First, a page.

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Complementary and Alternative Medicine (CAM) Treatments for Mood Disorders: Are They Safe and Effective? Arun V. Ravindran, MB, PhD, FRCPC, FRCPsych Professor.

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Presentation on theme: "Complementary and Alternative Medicine (CAM) Treatments for Mood Disorders: Are They Safe and Effective? Arun V. Ravindran, MB, PhD, FRCPC, FRCPsych Professor."— Presentation transcript:

1 Complementary and Alternative Medicine (CAM) Treatments for Mood Disorders: Are They Safe and Effective? Arun V. Ravindran, MB, PhD, FRCPC, FRCPsych Professor and Director, Global Mental Health and Fellowship Training, Department of Psychiatry, University of Toronto Chief, Division of Mood and Anxiety Disorders, Centre for Addiction and Mental Health, Toronto

2 2 Disclaimer Dr. Ravindran has no conflict of interest to report. He has no financial interest and has not received any form of support from any companies that produce or market any compound or instrument or procedure described in this presentation as a main treatment form.

3 3 CAM Therapies: Some Notable Statistics Over 1/3 of adult population uses some form of CAM therapies Visits to CAM practitioners exceed visits to primary care clinicians CAM users tend to be female, younger, better educated and employed Approximately 2/3 of patients with diagnosed depression and anxiety use CAM therapies as primary or adjunct treatments The perceived helpfulness of CAM therapies is similar to that of conventional treatments Kessler et al., Am J Psychiatry, 2001

4 4 Evaluating CAM Treatments “Natural is better and safer” – not necessarily true Limitations Quality of evidence: Few and poorer quality of RCTs Variation in formulation and quality of agents Mostly short-term studies Few studies in severe forms of depression

5 5 Caveats and Cautions In general, psychotherapy and pharmacotherapy should be considered before CAMs More as adjunctive than as monotherapy Only guideline and not “standard of care” Evidence limited to English publications “Clinical support/use” – utility and practicality Ravindran et al. Canadian Network for Mood and Anxiety Treatments (CANMAT) clinical guidelines for the management of major depressive disorder in adults. V. Complementary and alternative medicine treatments. J Affect Disord., 2009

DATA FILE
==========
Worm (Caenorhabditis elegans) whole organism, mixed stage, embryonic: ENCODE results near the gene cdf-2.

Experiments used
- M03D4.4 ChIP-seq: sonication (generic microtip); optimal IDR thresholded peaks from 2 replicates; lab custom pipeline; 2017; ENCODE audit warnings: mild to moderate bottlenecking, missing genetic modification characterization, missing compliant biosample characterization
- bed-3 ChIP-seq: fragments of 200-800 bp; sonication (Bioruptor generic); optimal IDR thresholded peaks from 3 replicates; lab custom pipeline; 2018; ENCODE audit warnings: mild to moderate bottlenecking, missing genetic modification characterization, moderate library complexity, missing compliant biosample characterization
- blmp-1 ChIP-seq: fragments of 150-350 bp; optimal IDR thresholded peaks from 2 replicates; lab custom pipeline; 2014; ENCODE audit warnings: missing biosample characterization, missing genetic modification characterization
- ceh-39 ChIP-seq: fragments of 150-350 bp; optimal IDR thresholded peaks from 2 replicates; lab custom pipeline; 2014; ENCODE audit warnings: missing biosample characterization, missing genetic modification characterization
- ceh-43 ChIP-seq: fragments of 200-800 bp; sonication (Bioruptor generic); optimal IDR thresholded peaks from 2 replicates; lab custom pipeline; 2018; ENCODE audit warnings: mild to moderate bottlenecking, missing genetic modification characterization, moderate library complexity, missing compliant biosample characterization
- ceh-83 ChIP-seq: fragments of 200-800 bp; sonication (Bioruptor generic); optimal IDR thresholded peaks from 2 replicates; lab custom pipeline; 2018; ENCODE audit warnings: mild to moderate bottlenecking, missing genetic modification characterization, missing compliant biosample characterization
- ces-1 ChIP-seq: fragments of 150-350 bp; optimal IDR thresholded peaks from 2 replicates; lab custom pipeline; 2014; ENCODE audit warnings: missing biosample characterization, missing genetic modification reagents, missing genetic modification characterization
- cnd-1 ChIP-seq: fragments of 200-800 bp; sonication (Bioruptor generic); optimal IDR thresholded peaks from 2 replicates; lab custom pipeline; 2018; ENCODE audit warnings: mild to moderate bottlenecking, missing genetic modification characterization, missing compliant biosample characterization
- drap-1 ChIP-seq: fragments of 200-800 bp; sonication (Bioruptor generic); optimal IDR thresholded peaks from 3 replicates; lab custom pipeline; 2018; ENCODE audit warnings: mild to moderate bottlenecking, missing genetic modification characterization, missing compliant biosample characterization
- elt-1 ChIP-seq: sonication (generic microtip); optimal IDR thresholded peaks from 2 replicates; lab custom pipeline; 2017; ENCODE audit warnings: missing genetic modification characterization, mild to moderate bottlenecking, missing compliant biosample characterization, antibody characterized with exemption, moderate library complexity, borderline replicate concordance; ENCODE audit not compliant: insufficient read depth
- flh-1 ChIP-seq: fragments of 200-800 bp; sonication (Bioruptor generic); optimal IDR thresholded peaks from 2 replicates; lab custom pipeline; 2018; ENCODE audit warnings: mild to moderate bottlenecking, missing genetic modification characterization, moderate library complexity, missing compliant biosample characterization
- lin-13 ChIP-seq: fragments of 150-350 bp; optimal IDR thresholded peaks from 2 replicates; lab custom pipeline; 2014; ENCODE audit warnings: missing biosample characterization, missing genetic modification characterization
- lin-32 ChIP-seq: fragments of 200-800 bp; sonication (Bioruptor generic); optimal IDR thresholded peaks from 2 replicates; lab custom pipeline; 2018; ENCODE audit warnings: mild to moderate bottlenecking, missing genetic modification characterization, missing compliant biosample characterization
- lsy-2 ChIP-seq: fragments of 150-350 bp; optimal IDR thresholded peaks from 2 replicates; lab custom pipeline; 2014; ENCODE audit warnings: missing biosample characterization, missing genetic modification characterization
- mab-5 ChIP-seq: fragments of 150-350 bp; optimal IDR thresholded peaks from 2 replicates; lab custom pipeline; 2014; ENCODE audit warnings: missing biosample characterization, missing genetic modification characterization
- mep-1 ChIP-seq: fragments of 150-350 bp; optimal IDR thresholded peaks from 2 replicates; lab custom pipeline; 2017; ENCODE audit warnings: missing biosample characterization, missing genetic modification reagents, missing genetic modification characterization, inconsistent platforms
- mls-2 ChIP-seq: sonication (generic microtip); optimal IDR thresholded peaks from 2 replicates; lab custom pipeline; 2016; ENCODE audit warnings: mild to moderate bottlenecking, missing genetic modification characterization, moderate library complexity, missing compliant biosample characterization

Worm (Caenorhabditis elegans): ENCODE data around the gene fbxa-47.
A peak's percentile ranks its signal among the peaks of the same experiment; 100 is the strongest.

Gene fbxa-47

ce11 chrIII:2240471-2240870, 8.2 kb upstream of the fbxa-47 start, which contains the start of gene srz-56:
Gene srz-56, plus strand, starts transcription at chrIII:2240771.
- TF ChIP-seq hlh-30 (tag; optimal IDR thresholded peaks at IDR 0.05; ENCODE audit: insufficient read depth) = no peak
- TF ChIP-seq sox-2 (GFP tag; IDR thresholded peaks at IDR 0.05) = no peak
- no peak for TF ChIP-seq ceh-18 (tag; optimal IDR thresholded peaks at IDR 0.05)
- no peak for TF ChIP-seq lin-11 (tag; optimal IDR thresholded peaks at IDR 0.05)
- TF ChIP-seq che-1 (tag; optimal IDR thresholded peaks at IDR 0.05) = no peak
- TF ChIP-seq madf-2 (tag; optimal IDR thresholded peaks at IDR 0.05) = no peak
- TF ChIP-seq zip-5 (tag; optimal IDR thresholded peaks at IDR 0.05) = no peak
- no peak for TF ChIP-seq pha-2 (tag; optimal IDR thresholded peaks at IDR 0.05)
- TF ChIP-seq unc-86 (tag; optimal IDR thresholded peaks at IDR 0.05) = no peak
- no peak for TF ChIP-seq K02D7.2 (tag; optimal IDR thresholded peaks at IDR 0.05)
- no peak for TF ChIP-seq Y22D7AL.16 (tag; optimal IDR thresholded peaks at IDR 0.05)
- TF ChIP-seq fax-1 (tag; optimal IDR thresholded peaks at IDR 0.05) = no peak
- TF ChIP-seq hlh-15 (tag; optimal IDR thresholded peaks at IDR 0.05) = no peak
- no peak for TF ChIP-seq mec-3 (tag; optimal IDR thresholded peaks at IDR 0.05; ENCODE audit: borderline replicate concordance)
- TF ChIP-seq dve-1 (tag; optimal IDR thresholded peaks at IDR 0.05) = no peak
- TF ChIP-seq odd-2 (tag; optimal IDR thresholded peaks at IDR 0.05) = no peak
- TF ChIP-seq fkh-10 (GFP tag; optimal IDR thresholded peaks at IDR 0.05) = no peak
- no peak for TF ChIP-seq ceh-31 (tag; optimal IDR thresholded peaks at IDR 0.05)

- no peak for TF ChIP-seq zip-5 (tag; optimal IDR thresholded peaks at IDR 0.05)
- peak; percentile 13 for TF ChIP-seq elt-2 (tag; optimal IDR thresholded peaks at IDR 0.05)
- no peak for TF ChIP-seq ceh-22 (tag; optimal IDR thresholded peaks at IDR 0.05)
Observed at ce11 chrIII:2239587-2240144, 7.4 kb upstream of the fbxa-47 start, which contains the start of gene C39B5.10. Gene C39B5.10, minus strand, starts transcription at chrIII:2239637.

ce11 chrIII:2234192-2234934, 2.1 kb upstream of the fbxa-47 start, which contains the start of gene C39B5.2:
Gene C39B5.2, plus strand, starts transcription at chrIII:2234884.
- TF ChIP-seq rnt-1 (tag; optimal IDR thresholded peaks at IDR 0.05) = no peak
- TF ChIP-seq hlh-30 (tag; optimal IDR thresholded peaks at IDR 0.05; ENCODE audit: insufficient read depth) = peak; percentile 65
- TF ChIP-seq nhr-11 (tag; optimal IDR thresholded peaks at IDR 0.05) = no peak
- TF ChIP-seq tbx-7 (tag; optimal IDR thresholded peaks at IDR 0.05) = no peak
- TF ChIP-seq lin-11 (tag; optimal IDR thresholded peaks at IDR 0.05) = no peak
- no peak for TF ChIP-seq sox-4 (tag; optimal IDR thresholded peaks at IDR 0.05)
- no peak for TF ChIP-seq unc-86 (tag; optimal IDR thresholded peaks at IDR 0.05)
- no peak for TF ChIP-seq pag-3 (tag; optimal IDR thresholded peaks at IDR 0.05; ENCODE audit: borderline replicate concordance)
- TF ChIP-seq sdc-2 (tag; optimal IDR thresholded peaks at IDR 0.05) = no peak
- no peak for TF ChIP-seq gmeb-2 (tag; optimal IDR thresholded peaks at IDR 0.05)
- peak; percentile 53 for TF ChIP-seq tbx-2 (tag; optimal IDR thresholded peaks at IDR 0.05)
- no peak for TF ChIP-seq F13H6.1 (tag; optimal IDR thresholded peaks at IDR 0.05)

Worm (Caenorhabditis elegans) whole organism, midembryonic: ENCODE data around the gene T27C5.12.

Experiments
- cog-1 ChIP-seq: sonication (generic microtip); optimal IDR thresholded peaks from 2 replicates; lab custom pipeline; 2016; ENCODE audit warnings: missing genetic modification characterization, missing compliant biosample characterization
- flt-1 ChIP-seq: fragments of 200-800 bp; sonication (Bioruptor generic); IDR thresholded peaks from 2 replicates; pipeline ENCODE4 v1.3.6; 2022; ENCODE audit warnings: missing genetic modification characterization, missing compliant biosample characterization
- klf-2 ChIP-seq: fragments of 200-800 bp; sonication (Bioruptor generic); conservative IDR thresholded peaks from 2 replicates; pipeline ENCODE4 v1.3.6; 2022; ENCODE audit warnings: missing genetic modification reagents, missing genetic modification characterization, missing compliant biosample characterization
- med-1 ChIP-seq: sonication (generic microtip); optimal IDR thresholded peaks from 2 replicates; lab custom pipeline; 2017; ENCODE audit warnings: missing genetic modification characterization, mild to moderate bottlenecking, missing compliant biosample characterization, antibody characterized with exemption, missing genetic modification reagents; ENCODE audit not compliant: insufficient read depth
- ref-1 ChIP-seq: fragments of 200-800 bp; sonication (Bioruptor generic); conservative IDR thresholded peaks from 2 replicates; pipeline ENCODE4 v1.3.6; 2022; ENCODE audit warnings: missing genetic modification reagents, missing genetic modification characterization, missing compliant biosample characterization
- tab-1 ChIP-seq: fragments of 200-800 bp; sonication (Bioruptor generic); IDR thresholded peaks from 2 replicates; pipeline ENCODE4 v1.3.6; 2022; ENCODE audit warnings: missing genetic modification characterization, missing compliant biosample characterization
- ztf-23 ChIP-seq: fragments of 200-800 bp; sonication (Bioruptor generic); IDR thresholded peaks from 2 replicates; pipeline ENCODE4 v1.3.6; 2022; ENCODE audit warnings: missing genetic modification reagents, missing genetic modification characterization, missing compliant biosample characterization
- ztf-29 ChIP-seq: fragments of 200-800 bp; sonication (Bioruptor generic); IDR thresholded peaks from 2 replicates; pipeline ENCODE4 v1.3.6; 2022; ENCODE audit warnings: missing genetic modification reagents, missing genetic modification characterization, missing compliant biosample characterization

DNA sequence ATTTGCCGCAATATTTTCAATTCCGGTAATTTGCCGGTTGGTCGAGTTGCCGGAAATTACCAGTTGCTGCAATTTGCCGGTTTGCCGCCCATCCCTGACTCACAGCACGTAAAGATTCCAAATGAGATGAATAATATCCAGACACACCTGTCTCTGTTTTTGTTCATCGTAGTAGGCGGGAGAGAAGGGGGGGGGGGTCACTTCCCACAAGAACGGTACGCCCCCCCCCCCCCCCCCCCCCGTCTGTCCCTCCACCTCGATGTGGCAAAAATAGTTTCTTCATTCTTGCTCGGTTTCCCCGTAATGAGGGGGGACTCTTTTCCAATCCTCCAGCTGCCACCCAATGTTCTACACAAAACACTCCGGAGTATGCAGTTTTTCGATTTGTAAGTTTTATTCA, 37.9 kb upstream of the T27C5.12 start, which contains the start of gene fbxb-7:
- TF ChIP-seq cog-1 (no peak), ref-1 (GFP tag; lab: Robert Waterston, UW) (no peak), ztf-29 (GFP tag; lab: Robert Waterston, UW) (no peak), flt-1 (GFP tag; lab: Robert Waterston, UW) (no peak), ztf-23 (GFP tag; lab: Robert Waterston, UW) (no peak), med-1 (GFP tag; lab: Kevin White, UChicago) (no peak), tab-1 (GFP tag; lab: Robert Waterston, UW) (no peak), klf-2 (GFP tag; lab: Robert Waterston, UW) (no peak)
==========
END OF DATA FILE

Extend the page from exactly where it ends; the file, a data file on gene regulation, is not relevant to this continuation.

6 6 Criteria for Levels of Evidence LevelCriteria 1At least 2 RCTs with adequate sample sizes, preferably placebo-controlled, and/or meta-analysis with narrow confidence intervals 2At least 1 RCT with adequate sample size and/or meta-analysis with wide confidence intervals 3Non-randomized, controlled prospective studies or case series or high-quality retrospective studies 4Expert opinion/consensus Line of TreatmentCriteria First-LineLevel 1 or Level 2 evidence plus clinical support Second-LineLevel 3 evidence or higher plus clinical support Third-LineLevel 4 evidence or higher plus clinical support Fourth-LineLevel 1 or Level 2 evidence for lack of efficacy, plus clinical support

7 7 Complementary & Alternative Therapies A)Physical Treatments Light therapy Sleep deprivation Exercise Yoga Acupuncture B)Nutraceuticals Omega-3 fatty acids DHEA Tryptophan SAMe C)Herbal Remedies St. John’s Wort Other herbal remedies

8 8 What is Light Therapy and How Effective is It for Mood Disorders? Exposure to bright light using a device Seasonal MDD 1 st line of treatment As effective as SSRIs No maintenance/prophylactic studies Non-seasonal MDD Less robust evidence Combination with SSRIs is more effective Bipolar Depression Helps but may trigger mixed state

9 9 What Efficacy has Sleep Deprivation shown in MDD? Total vs. partial treatment options Difficult to design RCTs – mostly small studies Comparison with light therapy, exercise and combinations with antidepressants Drawbacks Difficult to sustain treatment Rebound depression Tolerance of deprivation effects Conclusion Unlikely to be of value in day-to-day practice Possible use as a 3 rd line augmentation in mild to moderate depression Co-administration of antidepressants may prolong benefit

10 10 Is Exercise Beneficial for MDD? High vs. low frequency/intensity, aerobic vs. non- aerobic Recommended – Min. 3x/week, 30 mins+ Recent meta-analyses (2) – better than no treatment, mixed results against psychological treatments* RCTs – exercise + medication superior to either alone Some evidence for long-term benefit and prophylaxis Recommendation 2 nd line augmentation in mild to moderate MDD Pinquart et al., Aging Ment Health, 2007

11 11 What is the Neuroscientific Basis for the Benefit of Exercise? Increases expression of genes for neurotropins Stimulates growth and development of new cells and increases neuronal plasticity Increase in monoaminergic neurotransmission Possible modulation of interleukin 6.